Personalization: Support will be provided in a context, the way OnStar and Amazon’s Mayday work. The support analyst and organization will have much more information about what customers are trying to accomplish and how they’re trying to accomplish it.”

An ERM portal, as described above, can be integrated with an organization’s existing ID management system, enabling single sign-on. It can then display, based on the login, only items and services specific to that individual, based on role, location, and other factors.

So, for example, a shipping clerk in Vancouver may be able to request a new iPad or access to the CRM system, but not even see options for changing the VP of finance’s base salary or reserving a conference room in Tallahassee.

In the bigger picture, “IT support’ will transition to “workforce enablement” over time, as predicted by Forrester Research. The focus will shift from answering questions and break/fix activities to proactively providing employees with the applications and knowledge needed to maximize productivity.

The Role of IT

“Shadow IT: Direct purchase and/or use of technology resources by business units has been around for a long time, but it is increasingly prevalent due to the ease of it provisioning and other readily available services. IT departments will likely have to leverage Shadow IT and/or provide comparable services at comparable costs to achieve their business goals.”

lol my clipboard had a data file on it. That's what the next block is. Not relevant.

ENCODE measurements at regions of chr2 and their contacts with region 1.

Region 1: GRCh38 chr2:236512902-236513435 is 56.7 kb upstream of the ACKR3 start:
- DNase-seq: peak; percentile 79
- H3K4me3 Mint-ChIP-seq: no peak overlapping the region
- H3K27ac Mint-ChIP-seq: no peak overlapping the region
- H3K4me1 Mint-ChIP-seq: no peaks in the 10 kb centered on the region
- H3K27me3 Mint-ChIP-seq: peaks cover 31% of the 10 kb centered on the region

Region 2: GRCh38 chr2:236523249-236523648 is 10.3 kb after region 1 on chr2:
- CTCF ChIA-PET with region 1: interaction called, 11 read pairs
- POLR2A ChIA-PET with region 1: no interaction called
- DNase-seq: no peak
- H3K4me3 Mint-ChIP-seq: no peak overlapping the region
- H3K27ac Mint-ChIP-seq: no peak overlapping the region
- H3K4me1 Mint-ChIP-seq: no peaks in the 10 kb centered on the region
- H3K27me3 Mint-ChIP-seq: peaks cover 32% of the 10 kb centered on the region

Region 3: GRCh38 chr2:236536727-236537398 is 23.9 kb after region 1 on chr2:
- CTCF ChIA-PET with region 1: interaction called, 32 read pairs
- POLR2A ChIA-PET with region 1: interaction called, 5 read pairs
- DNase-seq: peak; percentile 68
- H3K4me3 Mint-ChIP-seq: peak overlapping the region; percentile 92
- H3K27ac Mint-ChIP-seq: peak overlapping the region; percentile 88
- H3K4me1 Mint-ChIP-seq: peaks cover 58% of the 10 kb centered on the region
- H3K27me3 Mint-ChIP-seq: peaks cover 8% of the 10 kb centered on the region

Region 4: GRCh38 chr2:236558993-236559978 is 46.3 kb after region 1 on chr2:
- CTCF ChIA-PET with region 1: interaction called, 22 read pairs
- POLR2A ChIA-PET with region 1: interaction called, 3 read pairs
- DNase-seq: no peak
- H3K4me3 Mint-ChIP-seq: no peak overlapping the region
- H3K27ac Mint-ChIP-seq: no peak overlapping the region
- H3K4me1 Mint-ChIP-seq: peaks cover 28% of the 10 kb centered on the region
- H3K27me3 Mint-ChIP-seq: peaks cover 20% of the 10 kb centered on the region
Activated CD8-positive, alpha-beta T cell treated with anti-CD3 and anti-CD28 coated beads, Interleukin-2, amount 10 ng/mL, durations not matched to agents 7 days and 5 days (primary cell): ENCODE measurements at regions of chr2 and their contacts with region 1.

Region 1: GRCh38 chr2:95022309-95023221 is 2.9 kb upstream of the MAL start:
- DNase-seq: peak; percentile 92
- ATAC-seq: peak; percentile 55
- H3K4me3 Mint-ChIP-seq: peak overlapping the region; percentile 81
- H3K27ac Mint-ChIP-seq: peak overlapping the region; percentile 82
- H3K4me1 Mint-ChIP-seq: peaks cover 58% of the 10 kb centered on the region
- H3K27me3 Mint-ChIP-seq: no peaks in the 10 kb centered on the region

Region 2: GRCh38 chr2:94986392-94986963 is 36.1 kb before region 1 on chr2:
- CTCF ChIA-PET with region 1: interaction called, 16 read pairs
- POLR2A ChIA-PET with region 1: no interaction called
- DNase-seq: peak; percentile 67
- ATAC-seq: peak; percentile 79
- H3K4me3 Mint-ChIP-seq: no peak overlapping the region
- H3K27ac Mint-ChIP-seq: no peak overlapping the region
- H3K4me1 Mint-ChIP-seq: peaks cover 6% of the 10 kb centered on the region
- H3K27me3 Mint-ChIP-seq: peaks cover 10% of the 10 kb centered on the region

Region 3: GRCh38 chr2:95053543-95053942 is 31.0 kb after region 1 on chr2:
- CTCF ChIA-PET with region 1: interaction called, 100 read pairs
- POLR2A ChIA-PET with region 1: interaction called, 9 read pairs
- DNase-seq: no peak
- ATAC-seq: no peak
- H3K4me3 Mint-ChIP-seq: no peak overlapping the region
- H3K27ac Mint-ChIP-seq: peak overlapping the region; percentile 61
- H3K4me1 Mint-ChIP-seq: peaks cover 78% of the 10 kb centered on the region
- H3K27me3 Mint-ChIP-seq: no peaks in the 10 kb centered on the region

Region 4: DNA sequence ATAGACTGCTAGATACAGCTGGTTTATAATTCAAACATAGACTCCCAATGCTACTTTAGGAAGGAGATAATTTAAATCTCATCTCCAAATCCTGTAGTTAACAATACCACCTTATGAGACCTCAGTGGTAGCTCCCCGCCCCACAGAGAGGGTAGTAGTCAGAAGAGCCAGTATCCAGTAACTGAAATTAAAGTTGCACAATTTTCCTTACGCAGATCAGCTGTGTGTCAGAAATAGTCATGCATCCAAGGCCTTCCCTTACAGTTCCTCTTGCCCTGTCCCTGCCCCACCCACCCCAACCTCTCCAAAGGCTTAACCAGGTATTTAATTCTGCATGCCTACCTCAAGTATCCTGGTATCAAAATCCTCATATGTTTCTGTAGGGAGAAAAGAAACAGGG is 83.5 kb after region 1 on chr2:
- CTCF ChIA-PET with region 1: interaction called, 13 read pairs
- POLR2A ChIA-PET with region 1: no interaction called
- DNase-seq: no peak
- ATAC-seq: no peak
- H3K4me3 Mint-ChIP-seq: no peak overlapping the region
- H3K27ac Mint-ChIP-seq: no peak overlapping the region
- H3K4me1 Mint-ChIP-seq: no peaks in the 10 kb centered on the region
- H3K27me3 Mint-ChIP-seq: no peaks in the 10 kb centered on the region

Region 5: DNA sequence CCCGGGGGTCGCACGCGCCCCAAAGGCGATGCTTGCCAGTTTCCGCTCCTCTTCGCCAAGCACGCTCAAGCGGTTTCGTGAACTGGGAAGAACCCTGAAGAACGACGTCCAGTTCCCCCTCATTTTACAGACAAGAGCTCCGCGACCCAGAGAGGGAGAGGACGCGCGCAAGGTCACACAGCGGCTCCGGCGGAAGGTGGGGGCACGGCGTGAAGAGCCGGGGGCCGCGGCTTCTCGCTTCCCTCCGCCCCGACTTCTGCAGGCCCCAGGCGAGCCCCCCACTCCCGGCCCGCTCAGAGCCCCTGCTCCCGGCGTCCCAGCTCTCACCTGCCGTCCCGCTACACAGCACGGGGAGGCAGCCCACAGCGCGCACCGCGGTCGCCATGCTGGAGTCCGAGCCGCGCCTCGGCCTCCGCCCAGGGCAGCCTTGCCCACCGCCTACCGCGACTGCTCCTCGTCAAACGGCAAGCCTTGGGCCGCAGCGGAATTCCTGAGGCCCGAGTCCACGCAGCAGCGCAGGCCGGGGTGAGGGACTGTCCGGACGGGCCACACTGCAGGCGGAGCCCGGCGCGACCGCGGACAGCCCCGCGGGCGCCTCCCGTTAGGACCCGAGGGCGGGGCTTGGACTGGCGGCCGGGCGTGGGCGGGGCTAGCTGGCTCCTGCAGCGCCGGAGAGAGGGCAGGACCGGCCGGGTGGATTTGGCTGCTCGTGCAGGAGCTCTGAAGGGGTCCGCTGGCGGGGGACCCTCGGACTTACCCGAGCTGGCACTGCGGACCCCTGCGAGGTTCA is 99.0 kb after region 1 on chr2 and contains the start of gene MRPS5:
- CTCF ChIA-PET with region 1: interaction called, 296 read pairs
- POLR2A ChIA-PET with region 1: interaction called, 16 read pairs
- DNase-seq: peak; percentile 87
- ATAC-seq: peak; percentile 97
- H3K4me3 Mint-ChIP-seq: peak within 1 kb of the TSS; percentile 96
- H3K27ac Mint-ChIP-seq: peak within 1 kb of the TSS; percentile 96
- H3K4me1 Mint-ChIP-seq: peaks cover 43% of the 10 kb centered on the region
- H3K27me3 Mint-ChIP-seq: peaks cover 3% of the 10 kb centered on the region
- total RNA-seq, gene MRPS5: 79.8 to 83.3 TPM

Though shadow IT is many times viewed as an understandable response to urgent business needs and over-burdened IT staff, it’s unhealthy for organizations and puts them at risk for excessive costs, data breaches, orphaned applications, and other issues.

A better approach is for IT to provide employees with tested, secure, approved options for file sharing, messaging and other common needs, presented through a unified ERM portal. IT can also provide business users with tools such as request-oriented low-code platforms enabling them to build their own automated processes, with minimal IT assistance.

The Customer

“Focus on the customer experience: Organizations will focus more spending on improving the customer experience both within and across channels. There will be increased unification of the views of external and internal customers from the standpoint of providing rapid, reliable support and properly prioritizing the work.”

While the focus of “customer experience” efforts has typically been external, organizations are now recognizing the importance of turning that notion inside as well. In fact, improving the user experience is the top priority human resource information system (HRIS) managers hope to accomplish with new HR technology.

A lot can happen in five years. Looking back at just one example, throughout most of 2010, the phrase “responsive design” didn’t even register on Google Trends.  But searches for that phrase, as with interest in designing optimized experiences for mobile devices in general, skyrocketed starting at the beginning of 2012.

Much, much more will unquestionably change over the next five years. This research provides valuable guidance for CIOs and IT support teams to help anticipate, prepare for, and proactively address several key trends. It will be interesting to look back with hindsight in 2020 at how these trends evolved—as well as what other, unexpected developments emerged.

Next Steps

Tom Pick

Written By: Tom Pick